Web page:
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'Grammar Girl' a quick and dirty success

Story Highlights

• Mignon Fogarty created the "Grammar Girl" podcast in July
• It has been as high as number 2 on iTunes
• The podcasts have had more than 1.3 million downloads
By David E. Williams
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(CNN) -- Grammar lessons often are associated with high school drudgery -- diagramming sentences and memorizing obscure rules in between passing notes in English class -- but an Arizona technical writer has turned the seemingly dry subject into a popular podcast.

Mignon Fogarty, the woman behind "Grammar Girl's Quick & Dirty Tips for Better Writing," has been explaining the finer points of commas, colons and split infinitives since July.

She recently weighed in on a dispute over apostrophes that divided the U.S. Supreme Court. Grammar wasn't the issue in the 5-4 decision, but Justice Clarence Thomas referred to "Kansas' statute" in the majority opinion, while Justice David Souter wrote about "Kansas's statute" in the minority.

Fogarty said both men were correct, but that she preferred leaving off the extra s.

"Justice Thomas' name ends with an s, so you might guess that he is more familiar with the issue," she told her audience.

Fogarty, 39, said she got the idea for the podcast, sort of an Internet radio show, during a California vacation. (Interactive: What is podcasting?)

"I was sitting in a coffee shop one day in Santa Cruz, California, on vacation and editing technical documents, because I work on vacation, and found so many grammar errors and it just hit me that grammar was something that I had expertise in that would lend itself to a short tip-based podcast," she said.

The show is currently the 47th most popular podcast on Apple's iTunes service, right behind "Merriam-Webster's Word of the Day." It has been as high as number two, Fogarty said. She said the shows have been downloaded more than 1.3 million times.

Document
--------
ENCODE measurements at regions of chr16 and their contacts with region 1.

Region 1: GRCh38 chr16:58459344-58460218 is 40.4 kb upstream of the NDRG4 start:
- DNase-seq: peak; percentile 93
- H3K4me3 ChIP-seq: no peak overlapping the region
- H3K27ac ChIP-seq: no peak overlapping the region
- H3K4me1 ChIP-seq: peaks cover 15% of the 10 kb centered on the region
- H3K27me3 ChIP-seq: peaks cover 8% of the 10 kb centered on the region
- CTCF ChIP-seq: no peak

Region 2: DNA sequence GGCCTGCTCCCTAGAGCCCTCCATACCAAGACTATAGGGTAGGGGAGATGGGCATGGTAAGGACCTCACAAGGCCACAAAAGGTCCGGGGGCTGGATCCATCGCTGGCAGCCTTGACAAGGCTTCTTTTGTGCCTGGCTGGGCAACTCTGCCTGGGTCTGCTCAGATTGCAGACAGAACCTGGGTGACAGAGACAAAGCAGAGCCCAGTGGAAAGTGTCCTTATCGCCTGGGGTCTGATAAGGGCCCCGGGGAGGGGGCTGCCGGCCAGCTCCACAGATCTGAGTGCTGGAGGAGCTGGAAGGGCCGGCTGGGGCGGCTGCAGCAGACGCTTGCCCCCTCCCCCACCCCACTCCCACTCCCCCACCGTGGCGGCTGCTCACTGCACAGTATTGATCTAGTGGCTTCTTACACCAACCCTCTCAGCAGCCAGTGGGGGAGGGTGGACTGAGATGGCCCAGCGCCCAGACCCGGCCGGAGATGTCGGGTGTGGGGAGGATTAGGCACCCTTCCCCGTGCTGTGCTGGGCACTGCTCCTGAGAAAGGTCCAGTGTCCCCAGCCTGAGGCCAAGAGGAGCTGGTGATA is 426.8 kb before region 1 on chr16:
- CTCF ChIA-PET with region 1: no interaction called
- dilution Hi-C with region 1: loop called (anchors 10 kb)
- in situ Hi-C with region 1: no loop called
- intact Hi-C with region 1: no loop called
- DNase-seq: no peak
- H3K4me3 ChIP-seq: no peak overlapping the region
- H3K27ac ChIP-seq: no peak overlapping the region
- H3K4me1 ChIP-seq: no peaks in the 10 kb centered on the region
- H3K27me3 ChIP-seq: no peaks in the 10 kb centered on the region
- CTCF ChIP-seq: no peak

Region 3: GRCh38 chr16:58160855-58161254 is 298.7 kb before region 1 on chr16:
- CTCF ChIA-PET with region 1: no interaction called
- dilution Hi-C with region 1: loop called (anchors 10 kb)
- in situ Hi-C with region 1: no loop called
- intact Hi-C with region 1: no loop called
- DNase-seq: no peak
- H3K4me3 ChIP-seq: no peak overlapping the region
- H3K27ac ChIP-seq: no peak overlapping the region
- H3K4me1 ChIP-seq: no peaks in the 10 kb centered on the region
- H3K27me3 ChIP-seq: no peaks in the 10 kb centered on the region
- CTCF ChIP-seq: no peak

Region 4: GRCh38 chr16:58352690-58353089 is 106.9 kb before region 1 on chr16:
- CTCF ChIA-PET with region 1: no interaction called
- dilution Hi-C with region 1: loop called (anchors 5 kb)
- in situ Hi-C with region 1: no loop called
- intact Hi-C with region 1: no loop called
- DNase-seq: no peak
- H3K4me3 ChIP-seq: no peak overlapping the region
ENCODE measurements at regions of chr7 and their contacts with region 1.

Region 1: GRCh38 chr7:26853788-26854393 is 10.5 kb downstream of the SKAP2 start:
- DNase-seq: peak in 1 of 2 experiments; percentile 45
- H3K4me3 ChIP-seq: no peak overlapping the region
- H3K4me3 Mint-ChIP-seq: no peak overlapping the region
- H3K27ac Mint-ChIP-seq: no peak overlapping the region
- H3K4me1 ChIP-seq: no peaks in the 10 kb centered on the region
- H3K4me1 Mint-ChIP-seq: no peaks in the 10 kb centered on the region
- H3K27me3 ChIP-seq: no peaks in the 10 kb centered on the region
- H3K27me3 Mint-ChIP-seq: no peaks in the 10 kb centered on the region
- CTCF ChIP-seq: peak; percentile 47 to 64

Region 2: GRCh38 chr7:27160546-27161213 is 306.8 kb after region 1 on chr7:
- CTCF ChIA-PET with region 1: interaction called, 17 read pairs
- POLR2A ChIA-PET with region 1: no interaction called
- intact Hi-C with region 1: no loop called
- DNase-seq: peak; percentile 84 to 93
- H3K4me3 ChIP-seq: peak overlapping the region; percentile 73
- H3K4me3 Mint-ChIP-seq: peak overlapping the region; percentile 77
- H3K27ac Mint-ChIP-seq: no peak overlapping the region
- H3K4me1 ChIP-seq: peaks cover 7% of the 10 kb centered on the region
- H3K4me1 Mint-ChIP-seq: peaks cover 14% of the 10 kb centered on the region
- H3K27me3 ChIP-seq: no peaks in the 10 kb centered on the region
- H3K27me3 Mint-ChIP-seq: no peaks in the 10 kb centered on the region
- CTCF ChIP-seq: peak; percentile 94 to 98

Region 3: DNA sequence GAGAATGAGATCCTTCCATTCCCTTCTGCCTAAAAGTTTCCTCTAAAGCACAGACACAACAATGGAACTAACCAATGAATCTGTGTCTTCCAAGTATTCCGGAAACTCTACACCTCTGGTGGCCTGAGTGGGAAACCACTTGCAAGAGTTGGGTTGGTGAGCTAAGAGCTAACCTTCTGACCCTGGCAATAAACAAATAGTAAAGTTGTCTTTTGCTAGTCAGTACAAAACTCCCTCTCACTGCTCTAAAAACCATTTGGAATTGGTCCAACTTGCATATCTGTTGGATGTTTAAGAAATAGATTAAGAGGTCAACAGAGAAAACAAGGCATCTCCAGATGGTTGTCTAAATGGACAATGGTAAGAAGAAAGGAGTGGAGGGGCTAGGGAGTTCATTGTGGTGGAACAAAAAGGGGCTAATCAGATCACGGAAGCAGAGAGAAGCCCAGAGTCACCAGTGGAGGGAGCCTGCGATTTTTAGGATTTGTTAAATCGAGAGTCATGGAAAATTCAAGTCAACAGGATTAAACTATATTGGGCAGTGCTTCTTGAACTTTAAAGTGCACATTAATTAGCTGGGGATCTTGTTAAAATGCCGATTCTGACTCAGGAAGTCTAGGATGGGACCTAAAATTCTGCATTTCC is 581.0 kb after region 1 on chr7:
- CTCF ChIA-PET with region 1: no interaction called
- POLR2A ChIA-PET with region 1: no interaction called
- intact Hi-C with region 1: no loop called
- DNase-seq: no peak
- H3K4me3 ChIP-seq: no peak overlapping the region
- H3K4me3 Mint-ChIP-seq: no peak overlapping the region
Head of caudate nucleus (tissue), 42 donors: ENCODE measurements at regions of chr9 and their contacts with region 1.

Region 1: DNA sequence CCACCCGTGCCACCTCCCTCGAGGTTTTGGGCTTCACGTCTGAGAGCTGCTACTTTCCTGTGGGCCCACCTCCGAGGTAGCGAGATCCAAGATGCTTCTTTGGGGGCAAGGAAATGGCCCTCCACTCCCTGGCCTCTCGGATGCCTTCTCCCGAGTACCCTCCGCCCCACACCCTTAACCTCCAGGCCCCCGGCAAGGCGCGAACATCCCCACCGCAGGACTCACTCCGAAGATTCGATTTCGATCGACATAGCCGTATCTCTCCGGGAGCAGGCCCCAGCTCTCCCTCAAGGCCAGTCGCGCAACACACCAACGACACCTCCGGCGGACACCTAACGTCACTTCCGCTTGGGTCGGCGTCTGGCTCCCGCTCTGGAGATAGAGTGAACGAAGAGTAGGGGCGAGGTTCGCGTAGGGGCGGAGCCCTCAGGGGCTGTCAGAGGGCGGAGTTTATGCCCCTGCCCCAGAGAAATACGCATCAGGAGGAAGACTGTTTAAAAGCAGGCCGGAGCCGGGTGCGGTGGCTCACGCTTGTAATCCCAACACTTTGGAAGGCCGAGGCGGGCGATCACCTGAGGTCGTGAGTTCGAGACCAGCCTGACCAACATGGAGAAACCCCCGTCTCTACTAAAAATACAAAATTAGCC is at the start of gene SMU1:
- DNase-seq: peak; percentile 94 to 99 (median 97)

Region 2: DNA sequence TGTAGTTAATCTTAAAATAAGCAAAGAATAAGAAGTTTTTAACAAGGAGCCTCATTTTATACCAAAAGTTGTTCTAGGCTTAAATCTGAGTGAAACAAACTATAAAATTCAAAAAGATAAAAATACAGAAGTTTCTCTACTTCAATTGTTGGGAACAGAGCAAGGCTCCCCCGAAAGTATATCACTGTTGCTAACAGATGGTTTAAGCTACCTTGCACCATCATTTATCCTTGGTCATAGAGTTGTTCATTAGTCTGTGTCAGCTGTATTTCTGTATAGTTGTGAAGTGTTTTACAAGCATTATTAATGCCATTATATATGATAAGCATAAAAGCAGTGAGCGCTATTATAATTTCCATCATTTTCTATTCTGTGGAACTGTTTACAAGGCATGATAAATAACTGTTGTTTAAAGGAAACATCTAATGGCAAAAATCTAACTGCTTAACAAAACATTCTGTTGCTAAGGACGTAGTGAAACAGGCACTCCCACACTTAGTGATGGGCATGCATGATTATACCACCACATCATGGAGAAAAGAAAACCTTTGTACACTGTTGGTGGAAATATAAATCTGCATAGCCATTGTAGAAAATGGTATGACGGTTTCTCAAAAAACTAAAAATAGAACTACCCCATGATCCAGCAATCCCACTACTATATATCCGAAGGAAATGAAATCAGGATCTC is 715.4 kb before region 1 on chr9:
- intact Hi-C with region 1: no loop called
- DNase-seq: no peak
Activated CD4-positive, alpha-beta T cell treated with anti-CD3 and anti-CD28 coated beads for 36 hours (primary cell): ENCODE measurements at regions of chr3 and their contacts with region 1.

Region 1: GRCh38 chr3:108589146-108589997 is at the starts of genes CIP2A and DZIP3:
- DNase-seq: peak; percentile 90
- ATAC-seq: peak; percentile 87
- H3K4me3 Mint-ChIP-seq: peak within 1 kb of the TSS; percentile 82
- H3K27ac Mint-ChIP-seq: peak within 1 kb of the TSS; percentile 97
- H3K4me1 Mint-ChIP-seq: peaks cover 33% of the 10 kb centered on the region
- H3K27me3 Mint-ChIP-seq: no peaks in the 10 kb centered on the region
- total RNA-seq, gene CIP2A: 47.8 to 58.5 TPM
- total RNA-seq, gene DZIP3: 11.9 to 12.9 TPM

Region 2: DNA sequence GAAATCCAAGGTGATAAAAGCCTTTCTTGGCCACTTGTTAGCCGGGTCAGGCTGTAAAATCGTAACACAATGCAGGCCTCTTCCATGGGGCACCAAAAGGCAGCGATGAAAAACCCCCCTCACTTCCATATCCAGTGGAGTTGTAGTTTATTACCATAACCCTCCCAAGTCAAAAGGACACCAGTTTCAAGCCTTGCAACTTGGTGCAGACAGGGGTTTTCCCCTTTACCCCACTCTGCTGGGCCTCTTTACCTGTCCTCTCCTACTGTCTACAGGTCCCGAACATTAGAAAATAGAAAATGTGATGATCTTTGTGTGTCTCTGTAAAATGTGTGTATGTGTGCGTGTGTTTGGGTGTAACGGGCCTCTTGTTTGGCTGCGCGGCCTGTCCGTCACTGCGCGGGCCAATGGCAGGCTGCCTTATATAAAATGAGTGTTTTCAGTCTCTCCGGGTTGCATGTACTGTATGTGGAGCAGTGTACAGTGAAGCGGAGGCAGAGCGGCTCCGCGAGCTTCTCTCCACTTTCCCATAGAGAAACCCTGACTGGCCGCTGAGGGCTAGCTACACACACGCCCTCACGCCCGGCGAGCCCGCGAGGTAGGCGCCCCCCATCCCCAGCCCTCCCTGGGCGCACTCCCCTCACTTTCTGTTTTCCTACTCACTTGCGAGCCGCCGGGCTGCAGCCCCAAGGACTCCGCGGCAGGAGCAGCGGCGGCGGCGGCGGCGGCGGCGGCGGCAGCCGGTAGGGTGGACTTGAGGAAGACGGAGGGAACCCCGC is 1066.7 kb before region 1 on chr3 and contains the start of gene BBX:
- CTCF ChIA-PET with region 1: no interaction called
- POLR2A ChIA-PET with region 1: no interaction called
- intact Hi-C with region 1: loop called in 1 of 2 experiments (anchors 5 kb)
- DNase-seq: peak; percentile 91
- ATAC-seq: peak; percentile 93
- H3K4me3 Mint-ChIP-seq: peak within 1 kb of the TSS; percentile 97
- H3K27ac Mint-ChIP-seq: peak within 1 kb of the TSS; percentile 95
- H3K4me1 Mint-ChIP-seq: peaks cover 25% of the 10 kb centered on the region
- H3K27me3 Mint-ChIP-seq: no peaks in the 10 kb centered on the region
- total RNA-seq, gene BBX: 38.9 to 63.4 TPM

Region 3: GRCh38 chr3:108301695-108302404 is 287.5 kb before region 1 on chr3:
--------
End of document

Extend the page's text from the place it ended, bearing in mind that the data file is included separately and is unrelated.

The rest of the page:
Fogarty said she's gotten some publicity, but that most of her audience comes from word of mouth.

"I get e-mails from people who say 'I just discovered your podcast and I've told everyone I work with' or 'I told every teacher at my school,'" she said. "I get a lot of e-mails like that, where people discover it and they just can't wait to tell everybody, which is really cool."

Sara Kearns, a librarian at Kansas State University, has been listening to Grammar Girl since October, and recommended it on the library's blog.

"I listen to Grammar Girl in chunks. A couple of weeks may go by and then I'll listen to 10 of them at a time," Kearns said in an e-mail interview. "The genius of Grammar Girl, apart from her ability to simplify grammar, is that she posts the transcripts so that I can stare at a gnarly piece of grammar until it clicks."

Fogarty said her audience ranges from schoolchildren in China to CEOs in the United States.

"I try to make it fun. I've even had people say 'I'm not that interested in grammar, I don't know why I listen.' But I'm glad that they do," Fogarty said. "I think people like that it's short. It's sort of a low-commitment podcast. And yet they learn something that's useful that they can put to use when they write their next e-mail."

The success of the show prompted Fogarty to produce two more podcasts "Mr. Manners' Quick and Dirty Tips for a More Polite Life" and "Money Girl's Quick and Dirty Tips for a Richer Life." She said she's started selling ads and is even getting some interest from book publishers.

One drawback of her work, she said, is that listeners are nervous about writing her.

"I feel bad about that, I don't want people to be afraid to write to me, but about half of my e-mails start with some sort of pre-apology for errors they expect to make," she said.

She said they shouldn't worry, and that she doesn't send back e-mails with big, red correction marks.


Mignon Fogarty has been doing the Grammar Girl podcast since July.


1) Affect vs. Effect: "Affect" is a verb, and "effect" is a noun. The mnemonics "raven" or "avenue" can help you remember: affect verb effect noun.

2) Lay and Lie: In the present tense, people lie down or lay something down. You can remember that the Eric Clapton song "Lay Down Sally" is wrong. To say "lay down Sally" would imply that someone should grab Sally and lay her down. If he wanted Sally to rest in his arms on her own, the correct line would be "lie down Sally." Lay is the past tense of lie.

3) Who and whom: "Whom" refers to the object in a sentence, and "who" refers to a subject in a sentence. It's correct to say "Whom does Sarah love?" ("whom" is the object of Sarah's love) and "Who loves Sarah?" ("who" is the subject of the sentence). It can help to remember that the song "Who do you love?" is wrong.

4) Can I split infinitives? Yes, it is now acceptable to split infinitives. A "full infinitive" is a verb form that has two words, such as "to go," and splitting an infinitive means placing another word between those two words. The most famous split infinitive is "to boldly go where no one has gone before."

--Source: Mignon Fogarty



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